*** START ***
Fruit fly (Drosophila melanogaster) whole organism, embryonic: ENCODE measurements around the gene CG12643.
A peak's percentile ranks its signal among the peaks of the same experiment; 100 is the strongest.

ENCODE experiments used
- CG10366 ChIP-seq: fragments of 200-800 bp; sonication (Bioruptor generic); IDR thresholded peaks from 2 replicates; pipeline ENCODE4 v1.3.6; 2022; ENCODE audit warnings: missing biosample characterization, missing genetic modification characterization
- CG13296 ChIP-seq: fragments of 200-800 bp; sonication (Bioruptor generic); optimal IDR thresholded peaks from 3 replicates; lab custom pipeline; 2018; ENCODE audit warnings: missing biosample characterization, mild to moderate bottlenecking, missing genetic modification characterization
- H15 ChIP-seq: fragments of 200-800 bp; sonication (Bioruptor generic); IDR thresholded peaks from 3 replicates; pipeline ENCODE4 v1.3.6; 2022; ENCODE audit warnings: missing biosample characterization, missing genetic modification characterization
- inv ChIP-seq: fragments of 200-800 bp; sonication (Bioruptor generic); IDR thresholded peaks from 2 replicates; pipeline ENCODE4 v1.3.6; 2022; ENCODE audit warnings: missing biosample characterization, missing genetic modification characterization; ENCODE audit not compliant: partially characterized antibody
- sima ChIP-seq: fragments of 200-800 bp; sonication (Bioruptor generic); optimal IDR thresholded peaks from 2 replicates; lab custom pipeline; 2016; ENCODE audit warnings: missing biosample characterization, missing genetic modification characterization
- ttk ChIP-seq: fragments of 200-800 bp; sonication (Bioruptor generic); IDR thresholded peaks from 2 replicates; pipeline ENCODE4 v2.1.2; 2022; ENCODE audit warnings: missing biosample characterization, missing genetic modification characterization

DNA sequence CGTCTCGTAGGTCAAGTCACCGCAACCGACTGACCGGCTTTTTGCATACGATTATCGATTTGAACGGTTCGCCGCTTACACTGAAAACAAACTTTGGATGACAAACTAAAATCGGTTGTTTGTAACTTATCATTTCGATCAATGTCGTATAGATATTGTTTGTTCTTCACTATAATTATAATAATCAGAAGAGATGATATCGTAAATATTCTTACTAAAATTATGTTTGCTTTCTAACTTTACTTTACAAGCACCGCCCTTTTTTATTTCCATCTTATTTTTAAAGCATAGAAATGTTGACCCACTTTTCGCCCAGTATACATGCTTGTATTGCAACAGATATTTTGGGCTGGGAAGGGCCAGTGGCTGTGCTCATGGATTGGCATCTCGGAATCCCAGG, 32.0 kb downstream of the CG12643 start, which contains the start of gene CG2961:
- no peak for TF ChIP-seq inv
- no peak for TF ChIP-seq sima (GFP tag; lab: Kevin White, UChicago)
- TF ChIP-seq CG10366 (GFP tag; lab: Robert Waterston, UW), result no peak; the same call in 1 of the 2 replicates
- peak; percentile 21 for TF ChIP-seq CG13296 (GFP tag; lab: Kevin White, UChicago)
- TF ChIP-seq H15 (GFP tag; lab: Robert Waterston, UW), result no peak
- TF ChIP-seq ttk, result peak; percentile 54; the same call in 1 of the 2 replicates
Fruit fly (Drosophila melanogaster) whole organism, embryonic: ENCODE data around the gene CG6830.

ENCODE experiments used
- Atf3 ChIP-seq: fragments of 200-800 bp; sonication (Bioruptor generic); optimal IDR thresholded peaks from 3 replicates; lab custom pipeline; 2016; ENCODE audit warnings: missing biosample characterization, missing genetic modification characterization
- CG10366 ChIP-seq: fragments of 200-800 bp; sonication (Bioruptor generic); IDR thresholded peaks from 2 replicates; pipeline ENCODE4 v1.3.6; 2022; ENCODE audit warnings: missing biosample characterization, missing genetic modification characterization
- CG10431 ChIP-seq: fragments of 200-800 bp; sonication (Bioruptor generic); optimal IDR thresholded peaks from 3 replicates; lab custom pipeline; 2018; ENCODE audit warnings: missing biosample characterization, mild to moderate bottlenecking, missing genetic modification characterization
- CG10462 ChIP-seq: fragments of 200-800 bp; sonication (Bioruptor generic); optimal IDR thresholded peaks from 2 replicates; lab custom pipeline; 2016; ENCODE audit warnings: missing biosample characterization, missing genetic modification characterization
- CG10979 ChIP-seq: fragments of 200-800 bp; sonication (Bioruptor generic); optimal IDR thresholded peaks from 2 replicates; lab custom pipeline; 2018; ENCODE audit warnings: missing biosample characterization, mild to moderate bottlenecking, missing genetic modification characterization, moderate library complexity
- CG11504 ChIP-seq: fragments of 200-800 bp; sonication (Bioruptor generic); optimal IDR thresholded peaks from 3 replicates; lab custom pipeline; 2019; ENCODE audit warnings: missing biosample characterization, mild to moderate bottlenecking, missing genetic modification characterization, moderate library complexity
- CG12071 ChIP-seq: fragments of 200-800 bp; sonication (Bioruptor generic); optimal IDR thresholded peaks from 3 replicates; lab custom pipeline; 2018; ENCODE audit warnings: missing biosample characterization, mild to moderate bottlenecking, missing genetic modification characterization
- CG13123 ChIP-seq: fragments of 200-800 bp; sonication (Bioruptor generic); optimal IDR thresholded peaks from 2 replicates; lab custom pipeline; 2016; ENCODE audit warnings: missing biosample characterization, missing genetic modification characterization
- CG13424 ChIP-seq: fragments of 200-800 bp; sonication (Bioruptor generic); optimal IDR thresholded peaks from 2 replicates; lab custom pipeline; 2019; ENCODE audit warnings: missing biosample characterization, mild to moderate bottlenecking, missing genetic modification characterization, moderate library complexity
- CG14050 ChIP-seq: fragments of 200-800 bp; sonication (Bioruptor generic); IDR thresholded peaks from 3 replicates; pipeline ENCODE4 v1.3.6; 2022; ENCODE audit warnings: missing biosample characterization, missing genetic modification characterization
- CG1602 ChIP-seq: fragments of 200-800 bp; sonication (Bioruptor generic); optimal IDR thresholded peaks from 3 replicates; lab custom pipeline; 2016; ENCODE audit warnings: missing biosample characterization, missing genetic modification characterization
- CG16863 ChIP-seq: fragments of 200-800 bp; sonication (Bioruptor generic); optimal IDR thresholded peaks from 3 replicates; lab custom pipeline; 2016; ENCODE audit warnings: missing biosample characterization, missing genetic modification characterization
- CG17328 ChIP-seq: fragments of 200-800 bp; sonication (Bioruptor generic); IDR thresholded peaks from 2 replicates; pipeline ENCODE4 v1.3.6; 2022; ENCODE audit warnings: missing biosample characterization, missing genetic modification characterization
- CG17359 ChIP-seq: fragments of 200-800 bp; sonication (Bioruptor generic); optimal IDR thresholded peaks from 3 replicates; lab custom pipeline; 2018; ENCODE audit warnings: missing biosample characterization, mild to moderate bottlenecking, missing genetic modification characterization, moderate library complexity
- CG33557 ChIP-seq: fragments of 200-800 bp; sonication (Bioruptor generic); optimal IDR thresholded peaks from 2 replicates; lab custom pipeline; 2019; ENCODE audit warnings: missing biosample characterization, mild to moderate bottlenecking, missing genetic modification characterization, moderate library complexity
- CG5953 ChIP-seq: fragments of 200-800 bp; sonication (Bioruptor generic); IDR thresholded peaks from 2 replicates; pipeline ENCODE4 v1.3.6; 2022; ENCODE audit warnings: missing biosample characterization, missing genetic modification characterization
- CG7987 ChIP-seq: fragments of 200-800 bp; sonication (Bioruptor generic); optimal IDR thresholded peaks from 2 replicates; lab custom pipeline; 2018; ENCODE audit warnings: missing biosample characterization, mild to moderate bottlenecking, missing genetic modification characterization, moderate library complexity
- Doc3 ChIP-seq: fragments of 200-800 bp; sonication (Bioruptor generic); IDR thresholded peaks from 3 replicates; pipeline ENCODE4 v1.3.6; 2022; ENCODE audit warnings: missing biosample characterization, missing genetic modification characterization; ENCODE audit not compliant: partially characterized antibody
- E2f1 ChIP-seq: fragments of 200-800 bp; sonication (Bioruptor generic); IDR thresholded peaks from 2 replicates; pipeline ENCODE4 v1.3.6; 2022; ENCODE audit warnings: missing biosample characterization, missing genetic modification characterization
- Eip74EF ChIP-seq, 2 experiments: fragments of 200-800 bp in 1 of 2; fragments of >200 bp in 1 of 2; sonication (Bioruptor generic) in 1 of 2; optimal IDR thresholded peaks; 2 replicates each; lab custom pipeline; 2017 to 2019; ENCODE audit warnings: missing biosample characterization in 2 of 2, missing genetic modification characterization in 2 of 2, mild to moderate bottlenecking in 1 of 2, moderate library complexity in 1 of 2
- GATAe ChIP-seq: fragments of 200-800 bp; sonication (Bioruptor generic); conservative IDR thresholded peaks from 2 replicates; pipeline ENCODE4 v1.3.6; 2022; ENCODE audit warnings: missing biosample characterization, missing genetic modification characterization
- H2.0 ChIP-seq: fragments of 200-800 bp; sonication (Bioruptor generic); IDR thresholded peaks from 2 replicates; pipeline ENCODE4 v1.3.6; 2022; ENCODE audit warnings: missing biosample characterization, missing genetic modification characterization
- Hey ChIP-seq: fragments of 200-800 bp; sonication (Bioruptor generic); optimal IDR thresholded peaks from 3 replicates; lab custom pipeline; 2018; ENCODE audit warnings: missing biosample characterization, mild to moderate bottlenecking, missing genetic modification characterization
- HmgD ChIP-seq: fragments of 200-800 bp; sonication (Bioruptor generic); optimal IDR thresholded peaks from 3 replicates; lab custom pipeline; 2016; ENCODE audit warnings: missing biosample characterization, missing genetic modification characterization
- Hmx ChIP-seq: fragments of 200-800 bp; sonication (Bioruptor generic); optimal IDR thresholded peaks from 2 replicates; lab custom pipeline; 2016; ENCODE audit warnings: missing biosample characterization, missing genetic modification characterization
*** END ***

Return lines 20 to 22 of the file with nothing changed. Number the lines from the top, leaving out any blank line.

- CG10366 ChIP-seq: fragments of 200-800 bp; sonication (Bioruptor generic); IDR thresholded peaks from 2 replicates; pipeline ENCODE4 v1.3.6; 2022; ENCODE audit warnings: missing biosample characterization, missing genetic modification characterization
- CG10431 ChIP-seq: fragments of 200-800 bp; sonication (Bioruptor generic); optimal IDR thresholded peaks from 3 replicates; lab custom pipeline; 2018; ENCODE audit warnings: missing biosample characterization, mild to moderate bottlenecking, missing genetic modification characterization
- CG10462 ChIP-seq: fragments of 200-800 bp; sonication (Bioruptor generic); optimal IDR thresholded peaks from 2 replicates; lab custom pipeline; 2016; ENCODE audit warnings: missing biosample characterization, missing genetic modification characterization